May 17, 2007
Say ‘grazie’ for ricotta-filled Italian delights
Because some say milk and cheese symbolize the purity of the Torah, it is the festival when dairy foods are normally served. The holiday also celebrates the spring harvest, a time when a new crop of fresh vegetables and fruits begin to appear.
This year I am inspired to prepare a few of my favorite Italian dishes, which I discovered on one of our trips to Italy. We usually spend two to three months a year there, renting a house and shopping at the local open markets where we find wonderful treasures of fresh vegetables along with a selection of wonderful cheeses, like aged Parmesan and fresh ricotta. There are probably more Italian recipes that contain dairy products than in any other country.
For a fun first course, serve fresh fava beans, which you can find in your open farmer's market. No recipe necessary, just boil the shelled fava beans, remove the outer skin, toss them in olive oil with diced pecorino cheese, season with salt and pepper and spoon the mixture into small cappuccino cups.
Follow with an Onion-Anchovie Pizza, which features an easy-to-make pizza dough. Roll it out very thin and top with a rich and savory mixture of slow-cooked sweet onions and garlic.
Garnish with pungent anchovies, Parmesan cheese and drizzle with olive oil. Simply bake for 30 minutes in a hot oven, cut into wedges and serve.
When we are cooking in Italy we can't resist buying zucchini squash blossoms at the marketplace. They make a delicious taste treat for the holiday and are now available. They take a little effort, but are worth it. Fill with a ricotta cheese mixture and when baked they puff up like little pillows.
Risotto is the carrier for almost any ingredient, but spring vegetables are the perfect combination. To be truly delicious it should be made just before serving. It takes exactly 18 minutes to cook and you must stir constantly, while adding broth. Invite your guests to join you in the kitchen, offer them a glass of wine and a chance to stir the risotto.
Individual ricotta cheese souffles are a wonderful dessert. Mix the cheese, egg yolks and lemon zest several hours before the guests arrive. Then after dinner, fold the egg white meringue into the mixture, fill the souffle molds and bake. No one minds waiting a few extra minutes to taste these warm, light and flavorful desserts.
Enjoy Shavuot with your family and friends, and Buon Appetito.
Fresh Fava Beans With Pecorino Cheese
3 pounds fresh, young fava beans (about 2 cups)
1 cup diced pecorino cheese
1/2 cup extra virgin olive oil
Salt, to taste
Freshly ground black pepper, to taste
Shell fava beans and discard the pods. Parboil the fava beans in boiling water, about five minutes. Cool and pop them out of their skins.
Just before serving, spoon the fava beans and pecorino into a bowl. Drizzle with the extra virgin olive oil and add salt and pepper to taste. Spoon into serving bowls or cups.
Makes six to eight servings.
Pizza dough (recipe follows)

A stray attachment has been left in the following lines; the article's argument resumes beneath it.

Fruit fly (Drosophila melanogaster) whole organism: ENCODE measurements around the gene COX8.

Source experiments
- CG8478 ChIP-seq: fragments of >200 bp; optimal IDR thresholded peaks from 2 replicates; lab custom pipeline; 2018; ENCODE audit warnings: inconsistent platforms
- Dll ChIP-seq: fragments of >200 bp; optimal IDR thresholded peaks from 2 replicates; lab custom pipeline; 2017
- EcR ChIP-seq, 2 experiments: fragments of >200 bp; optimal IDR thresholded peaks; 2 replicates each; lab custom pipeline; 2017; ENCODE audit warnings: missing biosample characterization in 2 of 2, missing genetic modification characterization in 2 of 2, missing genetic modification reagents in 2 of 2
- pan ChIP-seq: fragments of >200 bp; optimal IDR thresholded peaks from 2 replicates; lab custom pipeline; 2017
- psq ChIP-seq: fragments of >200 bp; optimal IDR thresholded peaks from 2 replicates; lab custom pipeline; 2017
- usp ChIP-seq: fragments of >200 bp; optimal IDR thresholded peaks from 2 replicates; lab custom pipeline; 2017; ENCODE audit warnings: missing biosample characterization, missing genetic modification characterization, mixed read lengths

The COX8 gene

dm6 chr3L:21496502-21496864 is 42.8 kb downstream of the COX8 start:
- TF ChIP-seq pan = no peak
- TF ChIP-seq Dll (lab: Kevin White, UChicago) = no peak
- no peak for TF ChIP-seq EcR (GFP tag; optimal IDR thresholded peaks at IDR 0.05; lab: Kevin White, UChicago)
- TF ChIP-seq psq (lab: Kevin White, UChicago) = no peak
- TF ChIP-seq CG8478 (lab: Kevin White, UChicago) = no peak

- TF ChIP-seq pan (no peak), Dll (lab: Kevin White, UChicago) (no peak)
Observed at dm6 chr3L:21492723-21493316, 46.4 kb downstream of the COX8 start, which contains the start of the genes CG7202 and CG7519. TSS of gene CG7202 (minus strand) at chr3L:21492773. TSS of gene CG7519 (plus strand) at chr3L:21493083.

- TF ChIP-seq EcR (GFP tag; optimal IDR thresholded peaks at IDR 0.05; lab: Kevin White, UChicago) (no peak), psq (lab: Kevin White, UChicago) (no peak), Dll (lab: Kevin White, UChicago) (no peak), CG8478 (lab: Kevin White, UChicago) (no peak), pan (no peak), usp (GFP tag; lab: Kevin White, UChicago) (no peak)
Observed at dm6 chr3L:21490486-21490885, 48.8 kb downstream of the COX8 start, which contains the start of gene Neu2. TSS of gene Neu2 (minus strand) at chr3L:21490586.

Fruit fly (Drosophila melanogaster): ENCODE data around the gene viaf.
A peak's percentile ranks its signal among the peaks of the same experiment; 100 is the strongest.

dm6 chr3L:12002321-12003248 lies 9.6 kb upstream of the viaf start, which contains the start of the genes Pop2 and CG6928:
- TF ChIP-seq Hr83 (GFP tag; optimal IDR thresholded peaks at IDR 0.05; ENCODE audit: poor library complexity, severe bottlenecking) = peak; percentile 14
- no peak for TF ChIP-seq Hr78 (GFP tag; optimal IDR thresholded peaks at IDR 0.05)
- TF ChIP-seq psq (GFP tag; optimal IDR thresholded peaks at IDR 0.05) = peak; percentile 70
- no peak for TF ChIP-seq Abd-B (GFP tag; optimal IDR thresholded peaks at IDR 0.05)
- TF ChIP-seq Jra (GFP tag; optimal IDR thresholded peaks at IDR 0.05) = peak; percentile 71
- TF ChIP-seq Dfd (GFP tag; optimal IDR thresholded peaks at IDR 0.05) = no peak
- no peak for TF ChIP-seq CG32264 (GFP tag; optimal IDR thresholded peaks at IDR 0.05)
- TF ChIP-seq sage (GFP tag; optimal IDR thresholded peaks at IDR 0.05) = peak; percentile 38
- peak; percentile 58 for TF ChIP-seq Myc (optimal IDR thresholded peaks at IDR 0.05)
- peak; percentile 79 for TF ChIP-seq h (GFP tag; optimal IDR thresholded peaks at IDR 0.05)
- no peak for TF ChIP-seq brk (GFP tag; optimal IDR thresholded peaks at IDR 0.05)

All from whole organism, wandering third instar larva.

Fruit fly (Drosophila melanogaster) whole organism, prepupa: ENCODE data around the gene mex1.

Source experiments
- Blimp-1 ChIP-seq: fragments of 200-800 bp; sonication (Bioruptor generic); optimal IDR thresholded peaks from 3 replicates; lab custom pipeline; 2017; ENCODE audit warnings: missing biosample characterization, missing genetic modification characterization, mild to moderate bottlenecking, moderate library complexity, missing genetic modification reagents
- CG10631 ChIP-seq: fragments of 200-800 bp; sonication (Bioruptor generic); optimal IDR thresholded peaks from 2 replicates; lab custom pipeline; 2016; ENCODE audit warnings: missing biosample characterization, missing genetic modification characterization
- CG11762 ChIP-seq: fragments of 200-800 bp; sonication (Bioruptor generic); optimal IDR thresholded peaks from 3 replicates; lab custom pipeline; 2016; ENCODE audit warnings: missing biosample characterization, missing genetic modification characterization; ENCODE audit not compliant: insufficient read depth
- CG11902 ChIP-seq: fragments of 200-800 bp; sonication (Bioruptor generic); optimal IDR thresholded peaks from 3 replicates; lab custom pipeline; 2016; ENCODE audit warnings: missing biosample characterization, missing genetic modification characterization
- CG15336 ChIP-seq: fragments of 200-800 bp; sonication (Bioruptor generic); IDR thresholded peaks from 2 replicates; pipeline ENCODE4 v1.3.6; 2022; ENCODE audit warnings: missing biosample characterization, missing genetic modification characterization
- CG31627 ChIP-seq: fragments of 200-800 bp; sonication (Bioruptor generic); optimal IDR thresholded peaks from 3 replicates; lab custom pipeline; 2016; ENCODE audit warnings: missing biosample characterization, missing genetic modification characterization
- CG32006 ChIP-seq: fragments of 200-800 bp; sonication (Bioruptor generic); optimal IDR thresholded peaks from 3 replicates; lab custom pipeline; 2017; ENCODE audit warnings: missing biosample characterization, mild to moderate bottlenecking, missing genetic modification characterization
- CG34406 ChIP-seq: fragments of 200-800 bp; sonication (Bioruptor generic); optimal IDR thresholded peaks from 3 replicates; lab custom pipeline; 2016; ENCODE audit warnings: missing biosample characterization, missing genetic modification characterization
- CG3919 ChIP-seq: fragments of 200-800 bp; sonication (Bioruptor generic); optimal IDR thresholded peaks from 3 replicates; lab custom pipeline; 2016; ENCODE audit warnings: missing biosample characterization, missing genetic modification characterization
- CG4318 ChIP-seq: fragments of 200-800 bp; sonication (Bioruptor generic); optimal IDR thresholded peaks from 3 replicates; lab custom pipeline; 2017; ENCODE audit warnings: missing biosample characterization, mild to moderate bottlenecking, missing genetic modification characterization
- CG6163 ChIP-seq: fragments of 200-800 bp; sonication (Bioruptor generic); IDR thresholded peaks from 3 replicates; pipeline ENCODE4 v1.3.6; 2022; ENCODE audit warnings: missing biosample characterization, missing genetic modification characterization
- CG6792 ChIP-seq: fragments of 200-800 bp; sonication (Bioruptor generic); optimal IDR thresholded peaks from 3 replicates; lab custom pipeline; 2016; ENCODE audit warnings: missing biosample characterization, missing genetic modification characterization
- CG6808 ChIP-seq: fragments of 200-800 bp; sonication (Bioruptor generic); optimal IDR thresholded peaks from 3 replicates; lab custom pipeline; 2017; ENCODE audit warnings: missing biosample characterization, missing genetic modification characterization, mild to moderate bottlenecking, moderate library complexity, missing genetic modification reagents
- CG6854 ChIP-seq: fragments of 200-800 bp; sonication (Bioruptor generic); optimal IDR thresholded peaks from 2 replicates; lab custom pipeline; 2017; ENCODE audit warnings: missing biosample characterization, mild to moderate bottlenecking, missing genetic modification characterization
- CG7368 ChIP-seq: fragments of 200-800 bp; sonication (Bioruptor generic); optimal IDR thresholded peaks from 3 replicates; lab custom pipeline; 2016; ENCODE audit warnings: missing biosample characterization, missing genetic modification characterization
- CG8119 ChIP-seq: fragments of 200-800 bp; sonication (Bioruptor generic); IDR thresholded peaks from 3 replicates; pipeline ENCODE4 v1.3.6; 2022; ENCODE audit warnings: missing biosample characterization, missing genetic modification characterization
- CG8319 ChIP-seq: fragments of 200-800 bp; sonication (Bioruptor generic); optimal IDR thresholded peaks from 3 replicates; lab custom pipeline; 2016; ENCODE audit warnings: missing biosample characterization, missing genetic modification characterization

5 tablespoons olive oil
2 pounds (3 or 4 large) onions, thinly sliced
2 garlic cloves, minced
Salt, to taste
Freshly ground black pepper, to taste
1 2-ounce can anchovy fillets, drained
1/4 cup grated Parmesan cheese (optional)
Preheat the oven to 450 degrees.
Prepare the pizza dough, cover with a towel and set aside.
In a large skillet, heat 4 tablespoons of the olive oil. Add the onions and garlic. Season to taste with salt and pepper. Cover and cook on low heat for 20 minutes. Stir occasionally to avoid sticking. Do not allow onions to brown. Makes about three cups.
Divide pizza dough in four equal parts and roll one part in a round circle. Brush a round pizza baking dish with olive oil and sprinkle with cornmeal. Place the onion mixture on the pizza round. Garnish with anchovies in a circular pattern. Sprinkle Parmesan cheese over the top (optional). Bake for 20 minutes, or until golden brown. Repeat with remaining dough.
Makes four pizzas.
2 packages active dry yeast
Pinch of sugar
1 1/4 cups warm water (110-115 F)
1/4 cup olive oil
3 1/2 cups flour
1 teaspoon salt
Dissolve the yeast with the sugar in 1/2 cup of the water and set aside until foamy.
In a large mixing bowl, combine the remaining 3/4 cup water, the olive oil and yeast mixture.
Stir in the flour and salt and stir in 1 cup at a time, until the dough begins to come together into a rough ball. Spoon onto a floured board and knead until smooth and elastic.
Place the dough in an oiled bowl, oil its top, cover, and set in a warm place for about 15 minutes, or use immediately.
Ricotta Filled Zucchini Squash Blossoms
20 squash blossoms, with tiny zucchini attached, when available
1 pound fresh ricotta cheese
1 cup grated Parmesan cheese
2 egg yolks or whole eggs
1/2 teaspoon salt
1/2 cup olive oil
Freshly ground black pepper
Preheat the oven to 375 degrees. Carefully open blossoms wide and remove the pistils (fuzzy yellow floret) from inside the center of the zucchini blossoms and discard. Set aside.
To prepare the stuffing: In a large bowl, beat the ricotta, Parmesan, eggs, and salt until smooth. Taste for seasoning; the mixture should be highly seasoned. Cover with plastic wrap and refrigerate.
To fill the blossoms: Spoon the filling into a large pastry bag, or a small spoon will do. Fill the blossoms about three quarters full and gently squeeze and twist the petals, over the filling, together at the top.
Brush two 8-by-10-inch baking dishes with olive oil and arrange the stuffed zucchini flowers in the prepared baking dish. Sprinkle the blossoms with salt, pepper and olive oil. Cover with aluminum foil and bake until cheese is puffy and the juices that run from the blossoms begin to bubble.